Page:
The Bulletin

Start-up killing cancer with electricity and immunity

Posting in Cancer

A biotech start-up is combining immunotherapy with a novel approach to bolster to your body's ability to naturally kill off cancer cells, using electricity to shock tumors.

OncoSec Medical announced a US$7.2 million public offering on Thursday. The company has developed "ImmunoPulse," a method of using an electric field to bind a gene-based immune trigger with cancer cells so that the body can produce a systemic response against a tumor. This approach could greatly reduce the duration of treatments, as well as be applied to aiding the delivery of conventional chemotherapy drugs. The company is a little over a year old, and is backed by VCs.

Phase II clinical trials are now underway to test the efficacy of ImmunoPulse on three rare skin cancers: metastatic melanoma, Merkel cell carcinoma, and cutaneous T-cell lymphoma. The clinical trials are being conducted at the University of California San Francisco and the University of Washington in Seattle.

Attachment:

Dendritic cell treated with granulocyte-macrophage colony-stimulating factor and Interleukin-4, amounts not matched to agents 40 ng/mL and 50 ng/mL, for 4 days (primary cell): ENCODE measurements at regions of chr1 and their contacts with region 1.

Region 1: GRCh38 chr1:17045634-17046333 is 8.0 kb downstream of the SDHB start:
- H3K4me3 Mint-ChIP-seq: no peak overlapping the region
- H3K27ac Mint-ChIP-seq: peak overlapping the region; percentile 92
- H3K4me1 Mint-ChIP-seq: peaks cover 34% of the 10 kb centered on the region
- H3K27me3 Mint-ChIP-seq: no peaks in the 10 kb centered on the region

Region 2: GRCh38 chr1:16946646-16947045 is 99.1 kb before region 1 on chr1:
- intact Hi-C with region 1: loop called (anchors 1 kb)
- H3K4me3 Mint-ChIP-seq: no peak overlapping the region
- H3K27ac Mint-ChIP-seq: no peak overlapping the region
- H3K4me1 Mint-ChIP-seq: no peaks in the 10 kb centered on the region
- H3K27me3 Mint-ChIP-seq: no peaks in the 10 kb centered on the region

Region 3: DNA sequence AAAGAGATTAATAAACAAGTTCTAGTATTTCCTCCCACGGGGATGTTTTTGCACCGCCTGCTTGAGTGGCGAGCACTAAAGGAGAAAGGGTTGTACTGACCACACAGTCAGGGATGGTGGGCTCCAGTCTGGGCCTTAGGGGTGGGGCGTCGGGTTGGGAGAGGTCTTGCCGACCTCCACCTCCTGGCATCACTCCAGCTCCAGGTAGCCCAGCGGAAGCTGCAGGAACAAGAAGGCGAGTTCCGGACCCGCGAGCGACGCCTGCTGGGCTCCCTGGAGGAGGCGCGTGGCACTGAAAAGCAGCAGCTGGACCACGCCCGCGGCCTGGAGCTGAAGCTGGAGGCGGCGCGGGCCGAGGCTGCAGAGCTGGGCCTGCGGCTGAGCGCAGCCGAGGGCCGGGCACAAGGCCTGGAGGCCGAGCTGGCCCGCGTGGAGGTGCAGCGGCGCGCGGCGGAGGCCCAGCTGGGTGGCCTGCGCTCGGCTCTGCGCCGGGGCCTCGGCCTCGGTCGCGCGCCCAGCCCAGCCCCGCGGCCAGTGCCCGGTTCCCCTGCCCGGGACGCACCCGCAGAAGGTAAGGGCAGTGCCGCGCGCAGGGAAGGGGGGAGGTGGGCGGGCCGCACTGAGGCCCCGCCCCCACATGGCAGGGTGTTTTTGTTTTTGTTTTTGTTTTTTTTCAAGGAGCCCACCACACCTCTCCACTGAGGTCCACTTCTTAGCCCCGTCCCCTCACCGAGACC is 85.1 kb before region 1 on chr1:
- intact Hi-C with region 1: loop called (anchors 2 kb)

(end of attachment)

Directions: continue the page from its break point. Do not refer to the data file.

Existing immunotherapy treatments have improved overall survival, but are very aggressive and less targeted, said Punit Dhillon CEO of OncoSec. The toxicity of current treatments is high, and they have an expensive side effect profile, he added. If approved, the ImmunoPulse treatment would be available in 2018.

"We feel one of our central arguments is to reduce the cost by focusing on improving quality of life for patients," Dhillon explained. "There is a pipeline of other skin cancer and solid tumor indications." Those include advanced Basel Cell Carcinoma and advanced Squamous Cell Carcinoma, he noted in a follow-up e-mail.

(Image credit: OncoSec)

— By on December 16, 2012, 12:22 PM PST

David Worthington

Contributing Editor

David Worthington has written for BetaNews, eWeek, PC World, Technologizer and ZDNet. Formerly, he was a senior editor at SD Times. He holds a business degree from Temple University. He is based in New York. Follow him on Twitter. Disclosure